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Suppose $x_n$ is Cauchy, then $\lim\sup x_n = \lim\inf x_n$.

Can't use the fact that all Cauchy sequences converge, as we haven't shown this yet. Here is my attempt.

Since $x_n$ is Cauchy, then $x_n$ is bounded.

First define $b_n = \sup\{x_n, x_{n+1}, ...\}$. Note that this sequence is decreasing and bounded below. Thus $\lim b_n = \lim\sup x_n \leq \inf\{x_n, x_{n+1}, ...\}$.

Take $a_n = \inf\{x_n, x_{n+1}, ...\}$. Note that this sequence is increasing and bounded above. Thus $\lim a_n = \lim\inf x_n \geq \sup\{x_n, x_{n+1}, ...\}$.

Since $\lim\sup x_n \leq \inf\{x_n, x_{n+1}, ...\} \leq \sup\{x_n, x_{n+1}, ...\} \leq \lim\inf x_n$. But $\lim\sup x_n \geq \lim\inf x_n.$

Thus $\lim\sup x_n = \lim\inf x_n$

I don't think this is the right approach, because I didn't even use Cauchy property.

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    $\begingroup$ How did you get $\lim \inf x_n \geq \sup \{ x_n, x_{n+1},...\}$? That doesn't look correct. $\endgroup$
    – Kenny Wong
    Commented Feb 24, 2017 at 16:52
  • $\begingroup$ Note that the limit superior and inferior are only equal if the limit exists. Plenty results exist that relate the existence of the limit and the sequence being Cauchy. $\endgroup$
    – Marc
    Commented Feb 24, 2017 at 16:52
  • $\begingroup$ Exactly. The argument would also apply to bounded sequence, wouldn't it? $\endgroup$
    – user251257
    Commented Feb 24, 2017 at 16:53

1 Answer 1

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Notice that the inequality $\limsup x_n \le \inf\{x_n,\dots\}$ is not correct. Indeed for $x_n = (-1)^n$, it would read $1 \le -1$.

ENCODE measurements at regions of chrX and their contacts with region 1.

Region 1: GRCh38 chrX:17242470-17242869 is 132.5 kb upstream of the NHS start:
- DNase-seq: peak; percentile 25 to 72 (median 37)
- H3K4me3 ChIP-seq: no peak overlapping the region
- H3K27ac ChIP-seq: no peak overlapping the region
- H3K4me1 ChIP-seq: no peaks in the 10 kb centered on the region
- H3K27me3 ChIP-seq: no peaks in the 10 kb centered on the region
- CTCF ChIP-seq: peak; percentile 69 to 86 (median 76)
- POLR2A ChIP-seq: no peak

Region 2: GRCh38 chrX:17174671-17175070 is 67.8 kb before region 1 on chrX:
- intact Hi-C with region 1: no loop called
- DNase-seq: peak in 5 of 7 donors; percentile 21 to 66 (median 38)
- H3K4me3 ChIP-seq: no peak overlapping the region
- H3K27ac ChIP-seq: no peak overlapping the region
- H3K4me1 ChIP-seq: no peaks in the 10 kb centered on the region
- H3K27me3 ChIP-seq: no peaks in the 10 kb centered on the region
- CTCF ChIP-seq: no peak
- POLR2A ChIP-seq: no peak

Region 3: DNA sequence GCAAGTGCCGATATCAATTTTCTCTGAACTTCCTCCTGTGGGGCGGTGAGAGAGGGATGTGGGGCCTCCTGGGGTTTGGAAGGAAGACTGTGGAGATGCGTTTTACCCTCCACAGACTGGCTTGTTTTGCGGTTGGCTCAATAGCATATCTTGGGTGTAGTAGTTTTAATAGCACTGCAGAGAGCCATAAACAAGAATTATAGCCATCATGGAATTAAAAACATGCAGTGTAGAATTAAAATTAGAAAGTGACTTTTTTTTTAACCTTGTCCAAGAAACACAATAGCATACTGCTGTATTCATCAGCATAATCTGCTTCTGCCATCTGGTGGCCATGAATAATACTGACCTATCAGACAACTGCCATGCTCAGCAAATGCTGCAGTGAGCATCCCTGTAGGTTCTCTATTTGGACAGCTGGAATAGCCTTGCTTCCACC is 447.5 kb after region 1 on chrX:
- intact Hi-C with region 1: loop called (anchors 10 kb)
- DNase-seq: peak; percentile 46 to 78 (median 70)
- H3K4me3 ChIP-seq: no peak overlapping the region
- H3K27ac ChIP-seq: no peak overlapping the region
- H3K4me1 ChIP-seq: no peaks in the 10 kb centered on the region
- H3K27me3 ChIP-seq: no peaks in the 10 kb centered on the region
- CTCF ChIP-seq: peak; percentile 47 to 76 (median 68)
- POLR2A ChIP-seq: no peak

You can try the following: suppose that $\liminf x_n = a < \limsup x_n = b$ and extract two subsequences that realize these limits, i.e. pick $\{x_{n_k}\}, \{x_{n_j}\}$ such that $x_{n_k} \to a$ and $x_{n_j} \to b$. Let $\epsilon$ be such that $a + \epsilon < b - \epsilon$ and let $K, J$ be large enough so that $x_{n_k} \le a + \frac{\epsilon}{2}$ for every $k \ge K$ and $x_{n_j} \ge b - \frac{\epsilon}{2}$ for every $j \ge J$.

Then for every $k \ge K$ and $j \ge J$ $$|x_{n_j} - x_{n_k}| \ge b - \frac{\epsilon}{2} - a - \frac{\epsilon}{2} = b - a - \epsilon \ge \epsilon.$$

Do you see how this contradicts the assumption that $\{x_n\}$ is a Cauchy sequence?

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  • $\begingroup$ Yes, I see this makes sense. I wasn't feeling very confident that those inequalities held. Also for the example of $x_n = (-1)^n$, that sequence does not converge/not Cauchy, but I see the point. $\endgroup$
    – student_t
    Commented Feb 24, 2017 at 17:00
  • $\begingroup$ The reverse inequality should hold though correct? $\endgroup$
    – student_t
    Commented Feb 24, 2017 at 17:06
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    $\begingroup$ @danny: correct! $\endgroup$
    – Giovanni
    Commented Feb 24, 2017 at 17:10

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